Fri, 23 January, 2015
A croissant and black coffee - the best breakfast in the world (bar, of course, a full fry-up, or a bacon sarnie, or cheese on toast, which in my books can be eaten any time of day). Tastes incredibly indulgent but tell yourself if you have just one, and no jam with it (I’ve been known to have a croissant with BUTTER and JAM, horror or what?) it’s not so terribly bad, just very continental.
You can get them from supermarkets – rather meh. If you’re living in France you get them from your boulangerie, although I've seen crates of croissants being DELIVERED to boulangeries so what - industrially made? So actually there's nothing like the homemade thing in terms of flavour. Is it difficult?
YES IT IS. Double, double, toil and trouble.
The butter thing is a doddle – you bring it to sort of cool room temperature and roll it or bash it out to a desired thickness between two sheets of cling film. Then you try and encase it in quite a firm yeast dough – and the fun starts. Rolling it out initially seems okay – but after the first folding the butter clearly wants out and peeks merrily from inside the pastry, ignoring the flour you throw at it, sticking to the board, the work surface, anything but the dough. My croissants have come out a bit chunky because I just couldn’t roll the damn thing thin enough.
But worth it. Freeze the surplus and refresh them in very hot oven for 5 minutes, with another 5 minutes’ rest. The recipe comes from Dan Lepard’s ‘Baking with Passion’ book – passion all right, Dan, but hard work above all.
croissantsServings: a dozen croissantsTime: 4 hours plus chilling dough overnight
- 15g fresh or 2 tsp fast action yeast
- 500g strong white bread flour
- 110ml warm water
- 110ml cold milk
- 15g fine sea salt
- 70g caster sugar
- 250g unsalted butter
- 1 egg yolk
- 1 tbsp milk
1. Prepare the sponge with the yeast, 100g of the flour and warm water. Mix it well and leave in a warm place for about 2 hours.
2. When it’s risen and bubbling, add the remaining flour, the milk, salt, sugar and beat in a mixer with a dough hook attachment, or just whisk together and then knead by hand until smooth and stretchy - the dough will be stiff and firm. Cover the bowl with cling film and keep in the fridge overnight.
3. The next day prepare the butter – cool but not straight from the fridge, place it between two sheets of cling film dusted with flour. Roll or bash it down to a thickness of about 1cm.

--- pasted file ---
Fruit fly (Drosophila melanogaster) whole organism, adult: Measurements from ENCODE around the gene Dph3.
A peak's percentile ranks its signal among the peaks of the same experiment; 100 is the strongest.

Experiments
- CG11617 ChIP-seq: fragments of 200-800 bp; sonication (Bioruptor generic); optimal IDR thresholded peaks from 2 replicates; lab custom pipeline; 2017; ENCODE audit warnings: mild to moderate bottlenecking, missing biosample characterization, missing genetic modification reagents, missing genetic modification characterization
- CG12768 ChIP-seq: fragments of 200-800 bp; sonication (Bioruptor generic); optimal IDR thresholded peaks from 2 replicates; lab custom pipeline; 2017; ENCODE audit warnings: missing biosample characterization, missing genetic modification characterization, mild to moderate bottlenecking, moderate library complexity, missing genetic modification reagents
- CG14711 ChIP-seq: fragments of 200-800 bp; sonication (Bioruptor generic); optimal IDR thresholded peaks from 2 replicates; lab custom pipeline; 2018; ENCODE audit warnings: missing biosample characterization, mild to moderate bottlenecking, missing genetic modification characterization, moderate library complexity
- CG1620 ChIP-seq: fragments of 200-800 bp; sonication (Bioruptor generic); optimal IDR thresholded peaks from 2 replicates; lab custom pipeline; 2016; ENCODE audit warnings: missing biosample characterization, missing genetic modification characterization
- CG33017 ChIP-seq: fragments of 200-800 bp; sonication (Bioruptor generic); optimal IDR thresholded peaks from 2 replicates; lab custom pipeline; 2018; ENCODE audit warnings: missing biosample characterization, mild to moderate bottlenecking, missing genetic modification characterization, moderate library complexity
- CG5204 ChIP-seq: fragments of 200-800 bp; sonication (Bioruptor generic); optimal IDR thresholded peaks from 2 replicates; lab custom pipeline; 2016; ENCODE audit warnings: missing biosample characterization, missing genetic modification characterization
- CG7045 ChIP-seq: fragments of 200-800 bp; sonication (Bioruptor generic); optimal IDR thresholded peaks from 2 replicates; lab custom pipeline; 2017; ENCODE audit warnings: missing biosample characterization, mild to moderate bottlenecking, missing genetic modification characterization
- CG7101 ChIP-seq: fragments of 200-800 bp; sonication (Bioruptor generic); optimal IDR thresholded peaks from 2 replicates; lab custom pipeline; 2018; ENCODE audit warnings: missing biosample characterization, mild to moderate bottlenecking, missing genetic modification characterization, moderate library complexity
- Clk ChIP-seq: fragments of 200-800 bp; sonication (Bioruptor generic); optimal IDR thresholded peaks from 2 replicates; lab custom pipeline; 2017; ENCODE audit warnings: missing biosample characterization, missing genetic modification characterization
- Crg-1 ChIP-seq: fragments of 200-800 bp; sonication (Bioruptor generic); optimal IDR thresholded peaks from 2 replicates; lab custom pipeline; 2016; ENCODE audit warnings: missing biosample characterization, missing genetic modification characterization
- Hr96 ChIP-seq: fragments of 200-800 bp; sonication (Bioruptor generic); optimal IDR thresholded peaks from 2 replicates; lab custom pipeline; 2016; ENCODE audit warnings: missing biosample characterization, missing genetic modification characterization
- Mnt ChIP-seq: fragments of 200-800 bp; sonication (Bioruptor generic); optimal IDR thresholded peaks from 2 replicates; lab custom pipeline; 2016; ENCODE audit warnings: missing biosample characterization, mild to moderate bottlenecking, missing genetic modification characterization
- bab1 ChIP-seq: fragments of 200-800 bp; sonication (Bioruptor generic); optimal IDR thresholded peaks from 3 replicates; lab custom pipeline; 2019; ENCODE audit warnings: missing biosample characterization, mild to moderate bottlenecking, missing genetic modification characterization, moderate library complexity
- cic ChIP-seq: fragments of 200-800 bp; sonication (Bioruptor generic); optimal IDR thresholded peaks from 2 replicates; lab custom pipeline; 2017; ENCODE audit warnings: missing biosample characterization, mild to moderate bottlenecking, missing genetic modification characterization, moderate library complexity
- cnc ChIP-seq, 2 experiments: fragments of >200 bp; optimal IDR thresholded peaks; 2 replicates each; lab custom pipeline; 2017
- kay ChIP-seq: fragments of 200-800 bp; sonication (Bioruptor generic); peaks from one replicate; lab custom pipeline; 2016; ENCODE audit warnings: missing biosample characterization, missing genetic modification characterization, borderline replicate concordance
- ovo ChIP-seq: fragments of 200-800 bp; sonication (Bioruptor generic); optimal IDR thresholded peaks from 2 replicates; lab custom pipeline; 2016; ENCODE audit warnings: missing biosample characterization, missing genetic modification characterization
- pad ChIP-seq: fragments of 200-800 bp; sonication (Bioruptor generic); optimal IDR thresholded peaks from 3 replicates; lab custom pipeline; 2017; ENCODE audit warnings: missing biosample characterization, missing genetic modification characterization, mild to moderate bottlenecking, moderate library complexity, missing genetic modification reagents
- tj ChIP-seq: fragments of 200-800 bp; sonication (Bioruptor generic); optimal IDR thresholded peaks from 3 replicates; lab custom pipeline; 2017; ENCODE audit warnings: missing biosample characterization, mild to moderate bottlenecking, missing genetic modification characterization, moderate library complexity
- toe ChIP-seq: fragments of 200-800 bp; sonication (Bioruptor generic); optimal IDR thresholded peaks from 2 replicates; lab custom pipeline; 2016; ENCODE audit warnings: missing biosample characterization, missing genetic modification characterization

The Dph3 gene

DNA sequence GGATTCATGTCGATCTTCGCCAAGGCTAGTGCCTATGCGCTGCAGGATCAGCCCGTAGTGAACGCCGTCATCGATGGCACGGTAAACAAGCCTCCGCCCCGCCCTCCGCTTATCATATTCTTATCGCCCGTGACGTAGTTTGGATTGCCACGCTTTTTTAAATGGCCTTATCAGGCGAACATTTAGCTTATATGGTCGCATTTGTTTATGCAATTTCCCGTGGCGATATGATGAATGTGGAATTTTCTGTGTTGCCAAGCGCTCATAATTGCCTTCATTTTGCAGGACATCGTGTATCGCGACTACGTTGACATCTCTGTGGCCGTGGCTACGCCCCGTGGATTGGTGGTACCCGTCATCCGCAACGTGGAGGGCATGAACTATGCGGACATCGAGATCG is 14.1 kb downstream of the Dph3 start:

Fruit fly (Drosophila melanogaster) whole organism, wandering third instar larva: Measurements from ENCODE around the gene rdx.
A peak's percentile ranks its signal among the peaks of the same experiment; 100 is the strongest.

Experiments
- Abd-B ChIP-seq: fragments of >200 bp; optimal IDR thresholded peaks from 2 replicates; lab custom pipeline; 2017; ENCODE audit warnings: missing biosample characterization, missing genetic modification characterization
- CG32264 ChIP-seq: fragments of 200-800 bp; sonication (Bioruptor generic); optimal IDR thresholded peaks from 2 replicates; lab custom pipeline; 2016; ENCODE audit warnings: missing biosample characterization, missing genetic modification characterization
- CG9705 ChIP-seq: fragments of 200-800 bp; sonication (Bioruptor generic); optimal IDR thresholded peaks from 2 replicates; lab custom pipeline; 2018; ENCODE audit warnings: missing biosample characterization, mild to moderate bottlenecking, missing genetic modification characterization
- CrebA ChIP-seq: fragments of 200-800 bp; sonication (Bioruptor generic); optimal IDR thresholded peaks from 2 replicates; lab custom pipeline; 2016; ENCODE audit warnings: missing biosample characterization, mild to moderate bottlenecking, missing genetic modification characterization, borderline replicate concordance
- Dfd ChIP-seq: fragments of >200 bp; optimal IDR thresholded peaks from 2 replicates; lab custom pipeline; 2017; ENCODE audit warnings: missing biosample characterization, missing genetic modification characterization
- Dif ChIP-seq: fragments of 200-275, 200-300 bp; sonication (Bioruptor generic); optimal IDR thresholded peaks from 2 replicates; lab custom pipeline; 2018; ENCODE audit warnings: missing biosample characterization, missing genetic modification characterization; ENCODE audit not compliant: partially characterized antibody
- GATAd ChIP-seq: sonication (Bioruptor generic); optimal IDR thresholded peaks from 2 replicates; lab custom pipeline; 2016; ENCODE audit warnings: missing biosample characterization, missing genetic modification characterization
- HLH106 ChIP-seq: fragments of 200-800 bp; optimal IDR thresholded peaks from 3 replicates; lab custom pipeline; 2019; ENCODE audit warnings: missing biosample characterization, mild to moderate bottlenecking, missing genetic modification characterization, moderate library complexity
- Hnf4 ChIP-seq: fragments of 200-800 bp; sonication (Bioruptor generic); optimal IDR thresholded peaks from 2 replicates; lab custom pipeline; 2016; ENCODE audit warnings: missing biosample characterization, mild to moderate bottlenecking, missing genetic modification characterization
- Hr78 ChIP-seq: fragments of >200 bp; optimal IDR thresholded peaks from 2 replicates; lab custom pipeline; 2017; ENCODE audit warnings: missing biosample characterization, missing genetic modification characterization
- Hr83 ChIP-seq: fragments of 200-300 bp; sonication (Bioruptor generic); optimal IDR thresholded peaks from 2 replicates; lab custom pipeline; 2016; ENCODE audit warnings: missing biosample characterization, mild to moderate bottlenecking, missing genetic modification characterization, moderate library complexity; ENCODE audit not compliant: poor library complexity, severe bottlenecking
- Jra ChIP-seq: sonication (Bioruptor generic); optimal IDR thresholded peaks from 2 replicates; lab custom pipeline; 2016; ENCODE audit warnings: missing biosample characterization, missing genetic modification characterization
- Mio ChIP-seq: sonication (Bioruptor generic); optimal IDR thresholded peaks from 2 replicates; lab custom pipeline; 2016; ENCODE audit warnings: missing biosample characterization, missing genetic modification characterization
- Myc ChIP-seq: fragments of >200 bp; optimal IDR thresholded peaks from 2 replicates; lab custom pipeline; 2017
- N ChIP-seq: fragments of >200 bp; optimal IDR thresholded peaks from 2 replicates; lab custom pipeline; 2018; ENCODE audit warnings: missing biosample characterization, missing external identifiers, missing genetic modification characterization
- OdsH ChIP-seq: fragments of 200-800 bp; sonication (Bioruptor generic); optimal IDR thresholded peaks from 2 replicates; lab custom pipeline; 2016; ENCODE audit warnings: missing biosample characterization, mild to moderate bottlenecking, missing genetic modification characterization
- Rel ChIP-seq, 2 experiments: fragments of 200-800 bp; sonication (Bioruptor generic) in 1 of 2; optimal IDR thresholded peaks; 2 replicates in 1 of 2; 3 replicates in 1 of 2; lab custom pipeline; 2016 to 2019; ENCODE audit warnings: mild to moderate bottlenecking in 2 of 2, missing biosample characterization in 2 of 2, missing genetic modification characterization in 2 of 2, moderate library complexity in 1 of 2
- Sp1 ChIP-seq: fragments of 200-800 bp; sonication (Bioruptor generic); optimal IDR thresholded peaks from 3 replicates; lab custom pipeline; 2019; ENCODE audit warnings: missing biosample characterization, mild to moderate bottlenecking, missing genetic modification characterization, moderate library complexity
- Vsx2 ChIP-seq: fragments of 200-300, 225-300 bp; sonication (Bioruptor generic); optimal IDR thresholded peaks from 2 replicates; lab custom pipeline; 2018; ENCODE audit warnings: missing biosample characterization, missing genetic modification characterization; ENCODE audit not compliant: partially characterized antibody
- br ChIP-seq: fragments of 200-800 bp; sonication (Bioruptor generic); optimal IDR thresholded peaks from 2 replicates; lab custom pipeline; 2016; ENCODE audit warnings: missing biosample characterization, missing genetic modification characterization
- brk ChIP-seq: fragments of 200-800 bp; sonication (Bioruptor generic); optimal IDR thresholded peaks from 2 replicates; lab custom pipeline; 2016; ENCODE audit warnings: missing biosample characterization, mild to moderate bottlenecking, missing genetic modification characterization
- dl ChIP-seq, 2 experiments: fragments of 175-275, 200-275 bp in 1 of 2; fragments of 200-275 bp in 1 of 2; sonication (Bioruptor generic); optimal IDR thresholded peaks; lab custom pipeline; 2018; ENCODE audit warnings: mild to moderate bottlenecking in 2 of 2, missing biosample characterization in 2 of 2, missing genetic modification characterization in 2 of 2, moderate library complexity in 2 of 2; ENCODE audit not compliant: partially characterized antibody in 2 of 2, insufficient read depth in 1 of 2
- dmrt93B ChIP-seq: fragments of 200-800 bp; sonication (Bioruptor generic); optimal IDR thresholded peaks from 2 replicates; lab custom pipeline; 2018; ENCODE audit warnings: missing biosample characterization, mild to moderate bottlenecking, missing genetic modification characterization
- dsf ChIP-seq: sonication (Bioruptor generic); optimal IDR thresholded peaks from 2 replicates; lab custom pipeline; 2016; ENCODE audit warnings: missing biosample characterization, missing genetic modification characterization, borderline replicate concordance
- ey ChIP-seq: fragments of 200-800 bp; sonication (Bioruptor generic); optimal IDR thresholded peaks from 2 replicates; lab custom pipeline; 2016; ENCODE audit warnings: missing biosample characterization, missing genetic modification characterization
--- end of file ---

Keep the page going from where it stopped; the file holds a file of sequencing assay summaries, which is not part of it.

4. Roll out the dough, also to about 1 cm thick. Place the butter in the centre, fold all the sides over it so it’s completely enclosed.
5. Dust the dough with flour and roll out to a large rectangle (60 x 40 cm would be good but the dough springs back so much that as large as it gets will be fine). Now fold the two ends by a sixth each, then once again to make them meet in the middle. Fold the two together like a book. Turn the dough with the fold to one side and roll out again, as large a rectangle as you can. Fold each end by a quarter so that they meet in the middle, and then together like closing a book again.
6. Chill in the fridge for up to 1 hour.
7. Prepare a triangular template about 15cm at the base and 15cm tall, or just trust your ability to cut even triangles with a knife or pastry cutter.
8. Roll out the chilled dough to about 4mm thickness, trim the edges and divide into strips 15cm high. Cut triangles then roll each one up from the base, finishing with the point in the middle and underneath. Place them on baking trays lined with parchment, cover with cling film and leave in a warm place to prove for about 1 – 1 ½ hour.
9. Preheat the oven to 200C/400F/gas 6. Glaze the croissants with the egg yolk beaten with milk, then bake for about 10 minutes. Reduce the heat to 180C/350F/gas 4 and bake for further 20-25 minutes until risen and golden brown.
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